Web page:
Tag Archives: USPTO

BIO Submits Joint Supplemental Comments on the USPTO March Guidance

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Last week BIO, alongside a number of member companies and private individuals, submitted supplemental comments to the U.S. Patent and Trademark Office concerning their March 2014 Guidance on patent subject matter eligibility. In July, BIO and international bio-industry associations had submitted comments to the USPTO expressing concern about the Guidance, and its impact on the patent eligibility of biotechnology inventions. Since July, USPTO staff has indicated a final revision to the Guidance would be released Read More >

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Should the USPTO Allow the Patenting of Living Organisms?

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Last year, a question was submitted to the GMO advocacy website GMOAnswers about whether or not the USPTO should allow the patenting of living organisms. Under 35 U.S.C. 101, “the laws of nature, physical phenomena, and abstract ideas have been held not patentable.” Therefore the USPTO cannot and does not award patents on living organisms that were merely discovered in nature. However, the U.S. Supreme Court Ruled in Diamond v. Chakrabarty that a “nonnaturally occurring Read More >

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PTO Patent Examinations in the wake of Mayo and Myriad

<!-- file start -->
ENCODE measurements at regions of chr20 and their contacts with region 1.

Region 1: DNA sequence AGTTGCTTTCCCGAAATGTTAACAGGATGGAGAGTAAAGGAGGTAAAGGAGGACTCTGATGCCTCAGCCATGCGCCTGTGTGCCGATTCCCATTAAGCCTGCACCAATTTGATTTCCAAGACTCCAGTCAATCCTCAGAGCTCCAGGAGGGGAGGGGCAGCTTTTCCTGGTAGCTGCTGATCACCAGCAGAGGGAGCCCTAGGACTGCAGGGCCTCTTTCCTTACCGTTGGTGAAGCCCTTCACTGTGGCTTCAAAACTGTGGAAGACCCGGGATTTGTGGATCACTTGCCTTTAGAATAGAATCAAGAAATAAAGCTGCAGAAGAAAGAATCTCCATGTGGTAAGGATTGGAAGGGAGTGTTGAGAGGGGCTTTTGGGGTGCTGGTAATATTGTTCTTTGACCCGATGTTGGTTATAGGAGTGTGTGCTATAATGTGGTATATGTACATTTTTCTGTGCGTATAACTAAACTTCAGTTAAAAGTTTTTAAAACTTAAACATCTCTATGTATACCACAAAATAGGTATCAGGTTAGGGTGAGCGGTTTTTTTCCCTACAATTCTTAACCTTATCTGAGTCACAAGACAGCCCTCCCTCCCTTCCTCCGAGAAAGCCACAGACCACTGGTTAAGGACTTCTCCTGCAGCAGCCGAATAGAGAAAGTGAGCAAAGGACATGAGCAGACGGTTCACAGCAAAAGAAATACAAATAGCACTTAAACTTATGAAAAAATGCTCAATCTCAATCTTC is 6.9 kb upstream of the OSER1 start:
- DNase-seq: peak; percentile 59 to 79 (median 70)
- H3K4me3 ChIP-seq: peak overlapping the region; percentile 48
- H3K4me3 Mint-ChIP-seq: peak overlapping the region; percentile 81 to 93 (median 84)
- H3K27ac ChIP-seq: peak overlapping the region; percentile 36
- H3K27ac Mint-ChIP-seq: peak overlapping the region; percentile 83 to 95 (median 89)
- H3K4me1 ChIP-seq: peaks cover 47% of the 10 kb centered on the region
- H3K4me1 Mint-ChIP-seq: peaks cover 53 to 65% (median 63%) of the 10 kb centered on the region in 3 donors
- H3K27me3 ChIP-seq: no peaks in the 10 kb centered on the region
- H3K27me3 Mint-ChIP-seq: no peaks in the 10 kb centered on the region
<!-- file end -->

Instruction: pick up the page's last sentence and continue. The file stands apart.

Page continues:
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Biotech patent applicants are finding themselves in uncharted waters.   After the Supreme Court’s decisions in Mayo Collaborative Svs. v. Prometheus Labs and Ass’n for Molecular Pathology v. Myriad Genetics, companies have been trying to understand how these decisions will impact the industry. A recent study supported by BIO, in collaboration with Bloomberg BNA and the law firm of Robins, Kaplan, Miller & Ciresi analyzed how Mayo and Myriad have changed patent eligibility for biotechnology. Read More >

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Gene Patent Questions Remain: USPTO Issues Examiner Guidelines

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The new Patent Office guidance, issued March 4, extends the Supreme Court’s legal logic into areas that were neither mentioned nor decided in the Myriad case itself. Myriad went to the Supreme Court exclusively on the question whether human genes are patentable. And human genetic diagnostic testing was the only context in which the Supreme Court thought about this question. The Supreme Court also acknowledged that it is not a scientific expert, and perhaps recognized Read More >

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“Should the USPTO allow the patenting of living organisms?”

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Most people associate patents with mechanical or electronic devices, new chemical substances, intricate machines or other inanimate things. The notion that patents are also available for living things may be puzzling at first. A patent is a form of property right that allows its owner a certain measure of control over how others may make, use or sell the patented invention. Surely the inventor of e.g. a new gyroscope sensor (like those used in Segway Read More >

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